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No they won't. Over the next few years 'the lenders' will be struggling to survive, most concerned about their own situation, and ultimately they too will fail.

Everyone and their cat has already, is about to, or will in the near future, default (or print, which amounts to the same thing). In this situation, only the patsy continues to play the humble serf and continues to pay.

Peter, Ireland will default. If it takes a peoples revolution or an opportunist political party to do it, Ireland will default. Whether you like it or not, this will happen.

ed. sp

Who do you think the 'lenders' are?

They are, basically you and me. Ireland defaults then the several times GDP its lent to other countries is lost as well. Irish pensioners lose their pension. Which means that money - many times GDP - is lost to .. Ireland. Pensioners who spend money and employing people. Pensioners who will now need state payments to compensate them for the lost pension. paid for by taxing the working.

Correct, there is no easy way out. But I'd rather not my children and children's children keep paying ad infinitum, while the rest default.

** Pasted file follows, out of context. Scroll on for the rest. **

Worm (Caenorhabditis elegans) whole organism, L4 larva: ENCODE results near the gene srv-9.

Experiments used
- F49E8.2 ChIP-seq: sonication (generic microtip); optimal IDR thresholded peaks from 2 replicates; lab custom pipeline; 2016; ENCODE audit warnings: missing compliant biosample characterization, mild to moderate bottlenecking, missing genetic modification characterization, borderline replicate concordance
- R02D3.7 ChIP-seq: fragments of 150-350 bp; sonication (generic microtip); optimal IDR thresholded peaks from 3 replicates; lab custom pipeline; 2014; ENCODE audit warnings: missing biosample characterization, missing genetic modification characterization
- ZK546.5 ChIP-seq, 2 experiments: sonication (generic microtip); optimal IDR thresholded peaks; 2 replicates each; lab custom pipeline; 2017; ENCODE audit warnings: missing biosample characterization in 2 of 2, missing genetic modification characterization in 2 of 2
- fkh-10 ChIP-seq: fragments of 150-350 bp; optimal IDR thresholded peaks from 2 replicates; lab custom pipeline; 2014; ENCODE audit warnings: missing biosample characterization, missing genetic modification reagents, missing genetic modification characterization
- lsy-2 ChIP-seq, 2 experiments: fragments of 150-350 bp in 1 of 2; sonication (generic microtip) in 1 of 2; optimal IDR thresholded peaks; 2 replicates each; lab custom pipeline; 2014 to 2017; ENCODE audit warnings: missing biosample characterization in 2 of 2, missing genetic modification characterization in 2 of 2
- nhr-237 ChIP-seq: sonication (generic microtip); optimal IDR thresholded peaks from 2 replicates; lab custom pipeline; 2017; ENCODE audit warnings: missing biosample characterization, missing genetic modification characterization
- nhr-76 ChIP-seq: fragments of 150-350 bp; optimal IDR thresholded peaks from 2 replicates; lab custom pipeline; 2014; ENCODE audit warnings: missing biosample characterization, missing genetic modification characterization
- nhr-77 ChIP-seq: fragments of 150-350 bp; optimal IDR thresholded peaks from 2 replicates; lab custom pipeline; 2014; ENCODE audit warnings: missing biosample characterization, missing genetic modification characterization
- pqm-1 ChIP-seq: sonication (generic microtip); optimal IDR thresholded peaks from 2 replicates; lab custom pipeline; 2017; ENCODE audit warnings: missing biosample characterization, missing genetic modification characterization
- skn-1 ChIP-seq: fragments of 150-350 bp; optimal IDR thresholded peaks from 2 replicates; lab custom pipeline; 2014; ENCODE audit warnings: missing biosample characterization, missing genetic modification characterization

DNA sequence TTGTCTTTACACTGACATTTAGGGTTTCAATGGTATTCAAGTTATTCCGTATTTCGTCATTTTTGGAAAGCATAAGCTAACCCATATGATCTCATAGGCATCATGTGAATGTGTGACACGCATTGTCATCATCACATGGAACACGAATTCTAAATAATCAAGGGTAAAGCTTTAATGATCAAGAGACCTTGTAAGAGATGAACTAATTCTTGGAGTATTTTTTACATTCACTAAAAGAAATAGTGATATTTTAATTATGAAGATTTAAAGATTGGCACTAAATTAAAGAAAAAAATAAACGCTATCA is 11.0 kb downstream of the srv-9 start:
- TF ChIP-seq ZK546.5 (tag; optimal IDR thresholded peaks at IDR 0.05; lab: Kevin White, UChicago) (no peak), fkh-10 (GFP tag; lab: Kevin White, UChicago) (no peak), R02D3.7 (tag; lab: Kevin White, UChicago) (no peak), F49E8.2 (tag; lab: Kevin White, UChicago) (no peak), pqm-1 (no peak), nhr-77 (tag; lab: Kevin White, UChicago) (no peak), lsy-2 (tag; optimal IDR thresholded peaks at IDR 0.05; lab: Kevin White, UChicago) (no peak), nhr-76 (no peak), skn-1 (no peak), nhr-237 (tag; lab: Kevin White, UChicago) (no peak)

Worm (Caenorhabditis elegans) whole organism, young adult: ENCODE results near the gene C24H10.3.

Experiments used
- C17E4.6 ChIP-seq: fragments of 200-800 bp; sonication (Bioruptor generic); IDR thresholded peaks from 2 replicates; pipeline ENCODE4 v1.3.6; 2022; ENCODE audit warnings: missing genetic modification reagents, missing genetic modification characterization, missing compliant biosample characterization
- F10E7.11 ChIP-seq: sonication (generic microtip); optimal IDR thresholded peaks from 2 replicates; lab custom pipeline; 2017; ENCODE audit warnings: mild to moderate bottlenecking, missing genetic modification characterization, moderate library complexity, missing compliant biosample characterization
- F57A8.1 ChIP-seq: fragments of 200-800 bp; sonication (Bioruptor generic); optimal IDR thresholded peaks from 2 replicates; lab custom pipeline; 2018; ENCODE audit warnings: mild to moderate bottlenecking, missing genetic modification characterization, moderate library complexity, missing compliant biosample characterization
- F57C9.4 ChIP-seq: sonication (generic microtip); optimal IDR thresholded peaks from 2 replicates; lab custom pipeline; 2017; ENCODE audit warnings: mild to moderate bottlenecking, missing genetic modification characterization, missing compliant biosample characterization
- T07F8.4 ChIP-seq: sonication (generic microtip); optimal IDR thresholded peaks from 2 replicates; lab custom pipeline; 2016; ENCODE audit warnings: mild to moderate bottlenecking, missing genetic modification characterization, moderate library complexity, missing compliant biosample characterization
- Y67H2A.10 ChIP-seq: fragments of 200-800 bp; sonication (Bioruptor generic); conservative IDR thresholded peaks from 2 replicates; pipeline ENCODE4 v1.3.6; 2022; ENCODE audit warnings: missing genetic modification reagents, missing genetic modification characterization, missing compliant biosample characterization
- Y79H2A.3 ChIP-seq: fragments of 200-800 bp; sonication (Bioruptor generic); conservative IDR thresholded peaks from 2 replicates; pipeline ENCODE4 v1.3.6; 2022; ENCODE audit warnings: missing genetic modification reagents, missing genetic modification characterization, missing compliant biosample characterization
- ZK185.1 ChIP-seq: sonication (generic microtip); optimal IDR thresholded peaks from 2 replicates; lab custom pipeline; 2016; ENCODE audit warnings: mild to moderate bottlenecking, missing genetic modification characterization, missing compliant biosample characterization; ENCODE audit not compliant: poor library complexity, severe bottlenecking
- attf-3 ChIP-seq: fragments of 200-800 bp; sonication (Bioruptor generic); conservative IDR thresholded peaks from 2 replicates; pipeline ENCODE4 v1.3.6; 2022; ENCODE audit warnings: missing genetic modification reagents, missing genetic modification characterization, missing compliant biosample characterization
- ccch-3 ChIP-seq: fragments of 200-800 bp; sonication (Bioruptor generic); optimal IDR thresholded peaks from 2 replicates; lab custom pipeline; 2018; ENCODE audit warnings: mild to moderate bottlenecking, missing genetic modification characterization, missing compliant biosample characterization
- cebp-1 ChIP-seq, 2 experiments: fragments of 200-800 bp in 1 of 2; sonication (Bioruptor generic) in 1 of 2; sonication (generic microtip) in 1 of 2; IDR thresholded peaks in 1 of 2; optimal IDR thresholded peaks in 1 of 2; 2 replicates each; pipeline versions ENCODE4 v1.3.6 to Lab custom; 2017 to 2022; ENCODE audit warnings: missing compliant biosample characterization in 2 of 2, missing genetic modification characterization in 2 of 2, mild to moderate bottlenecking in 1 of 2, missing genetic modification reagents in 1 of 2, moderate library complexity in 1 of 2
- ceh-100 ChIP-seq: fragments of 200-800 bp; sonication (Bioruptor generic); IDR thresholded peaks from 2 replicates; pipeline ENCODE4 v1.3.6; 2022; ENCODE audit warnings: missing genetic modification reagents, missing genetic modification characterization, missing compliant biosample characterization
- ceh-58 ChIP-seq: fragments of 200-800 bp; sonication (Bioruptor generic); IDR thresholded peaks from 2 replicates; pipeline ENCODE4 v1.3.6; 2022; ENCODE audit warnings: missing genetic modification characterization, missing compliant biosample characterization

Oh, but your grandchildren will pay for a default. Argenitina is still paying for its past defaults and it will take two generations,forty years, before the risk of a default is fully wiped out. Until that happens, a defaulters children will be made to pay. Argentina and Iceland have taken a 75% currency devaluation after default (although Iceland offical exchange rate is fixed at a mear 50% fall). Add on a 50% house price crash to a 75% currency devaluation and thats some loss of 'wealth'.

BTW, in Iceland the default worked like this. No company can deal with overseas buinsesses, you cannot make payments is ISK. Everything has to go through the government who convert ISK to Euros at the 'official' rate. Anyone who requires real currency apllies for a daily stiped when travelling abroad. Foreign currency accounts are seized.

Credit cards stop working . International money transfres stopped between Irish acconts. Irish Euros' rejected. The easy with which is was done to Iceland was surprising.

This is the sort of thing you would get with a default.

Edited by Peter Hun

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Ireland will default. Whether you like it or not.

Default or die.

(It should be inflate or die, but they can't)

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Ireland will default. Whether you like it or not.

I really hope it does. I got lot of 'enlightenment' reading about the consequences in Iceland and Argentina. Not having one penny of pension, a mortgage or anything but (soon to be inflated away) debt and living at the very far side of the EU in growing economy I have nothing to lose.